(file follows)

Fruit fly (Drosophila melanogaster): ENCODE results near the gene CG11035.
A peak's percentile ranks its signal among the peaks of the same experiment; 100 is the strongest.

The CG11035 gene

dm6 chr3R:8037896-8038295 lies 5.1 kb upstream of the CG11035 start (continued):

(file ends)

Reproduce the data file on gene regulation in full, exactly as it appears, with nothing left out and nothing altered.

Fruit fly (Drosophila melanogaster): ENCODE results near the gene CG11035.
A peak's percentile ranks its signal among the peaks of the same experiment; 100 is the strongest.

The CG11035 gene

dm6 chr3R:8037896-8038295 lies 5.1 kb upstream of the CG11035 start (continued):